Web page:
We did a huge change program and a huge training program, and although there was a degree of nervousness, every single one of our nurse managers and staff were incredibly enthusiastic about that. Being able to get any time back is extraordinary, as is being able to document care at the bedside whilst with the patient. Care and documentation are the same thing, and they have to be seen as the same thing. So, being able to provide the workflows that enable that has been extraordinary. Also, the amazing ongoing work that my colleagues are doing around training really continues to drive that adoption. It’s a huge change.
From a professional point of view, have you seen the digital approach embed itself into what is your traditional governance, strategy and development process?
It’s been interesting because nursing education operates separately to us and all of a sudden, every time there is a change to a nursing education piece, they’re on the phone saying, “what does this look like in EMR?” We’ve certainly come together much more closely than I think we all expected that we would, but it was amazing how quickly that happened. As we continue to work together, although we’re separate departments, we are thinking much more as a cohesive group now.
There is a big shift happening in the industry towards value-based and consumer-driven care. What does that mean for organisations like Monash Health and how you will operate in a consumer-driven world?
The VHH program is bringing with it some really amazing pieces for our consumers – the consumer patient portal for example. We had a lot of consumers involved in our phase one program, so we are picking up the work that we’ve done there and further including and in fact co-designing pieces of EMR with our patients, which is extraordinary. The requirement to include patients is key and I think that we’re very fortunate to be able to do that, because we have such a broad range of consumers who participate in all sorts of committees and work across Monash that we’re able to tee into. Co-designing with consumers is going to be really fun!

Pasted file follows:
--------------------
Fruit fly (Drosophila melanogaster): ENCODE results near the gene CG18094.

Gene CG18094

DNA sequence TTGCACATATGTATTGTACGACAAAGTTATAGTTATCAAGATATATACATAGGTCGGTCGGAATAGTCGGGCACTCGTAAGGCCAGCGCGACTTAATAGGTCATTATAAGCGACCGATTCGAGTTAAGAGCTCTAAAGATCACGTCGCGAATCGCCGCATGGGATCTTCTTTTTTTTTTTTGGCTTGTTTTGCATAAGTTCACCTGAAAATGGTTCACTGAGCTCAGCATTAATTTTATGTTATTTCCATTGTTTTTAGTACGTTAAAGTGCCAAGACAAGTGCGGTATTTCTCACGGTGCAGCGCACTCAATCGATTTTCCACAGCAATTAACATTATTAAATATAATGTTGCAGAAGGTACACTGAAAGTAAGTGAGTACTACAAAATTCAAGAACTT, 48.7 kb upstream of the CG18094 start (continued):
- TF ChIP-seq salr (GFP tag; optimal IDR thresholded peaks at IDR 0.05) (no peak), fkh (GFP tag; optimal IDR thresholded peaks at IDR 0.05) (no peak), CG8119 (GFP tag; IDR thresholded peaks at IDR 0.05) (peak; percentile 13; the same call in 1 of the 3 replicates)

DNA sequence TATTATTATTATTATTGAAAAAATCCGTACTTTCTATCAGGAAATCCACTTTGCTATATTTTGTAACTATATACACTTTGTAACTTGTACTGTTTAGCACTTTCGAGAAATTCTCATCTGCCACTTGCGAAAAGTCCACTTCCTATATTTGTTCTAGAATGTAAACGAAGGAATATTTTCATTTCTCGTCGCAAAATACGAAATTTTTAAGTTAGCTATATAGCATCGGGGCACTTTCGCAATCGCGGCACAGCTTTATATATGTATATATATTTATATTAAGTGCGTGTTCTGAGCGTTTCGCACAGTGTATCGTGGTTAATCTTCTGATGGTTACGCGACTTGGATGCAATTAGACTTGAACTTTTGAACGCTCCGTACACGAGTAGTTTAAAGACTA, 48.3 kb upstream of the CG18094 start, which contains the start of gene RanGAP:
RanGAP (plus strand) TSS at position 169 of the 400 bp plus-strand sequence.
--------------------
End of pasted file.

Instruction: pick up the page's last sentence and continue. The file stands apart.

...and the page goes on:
Are you also starting to think about online PREMs and PROMs?
Absolutely, we are looking at how we support that. One of the key things for us is that a lot of our patients don’t necessarily have English as a first language and aren’t necessarily as IT literate as others – there’s always variation. So, how do we support the broadest range of patients that we can in that environment? The ability to get a lot of those experiences from patients before they’ve even entered the health service will be extraordinary. I’m really looking forward to the PROM and PREM work and being able to talk to consumers about the impact that will have. Those conversations are going to be really rewarding.
Are you seeing a different approach in your digital world to how you manage data and analytics with regards to the concept of value-based care?
Yes, there is an absolute hunger for data, and of course one of the roles that we have is turning that data into information that can be consumed and understood and provides value to people. We have an absolute appetite for anything and everything and we get requests all the time, so that we can really make sure that we understand what’s happening with our patients and we’re able to make sure that we’re fulfilling all of those requirements. Our business intelligence (BI) team is amazing and we’re working with them all the time to progress our work in this area.
If we look back at what’s happened over the last 18 months to two years, what’s the one thing that you’re most proud of?
I think it would be the resilience of the nurses and midwives at Monash Health. They have been able to implement and change their practice, and really the whole paradigm of health changed for our inpatient teams and to be able to swing to that and then of course somehow get through a pandemic and somewhat out the other side, plus we’ve always got little optimisation pieces that we’re working on, and just at the end of the day to see how they’ve managed has just been extraordinary. Also, the fact that we’ve been able to broaden our informatics team and better understand how we can work together with nurses and midwives across the health service is great. The whole multi-disciplinary team have just slotted back in together – there are always tweaks that need to happen, but every day they’re coming to work and contributing so much – it’s just amazing.
Yes, the pace of change and the ability of teams to adapt has been amazing. Thank you for sharing your insights Naomi, it’s been a pleasure chatting!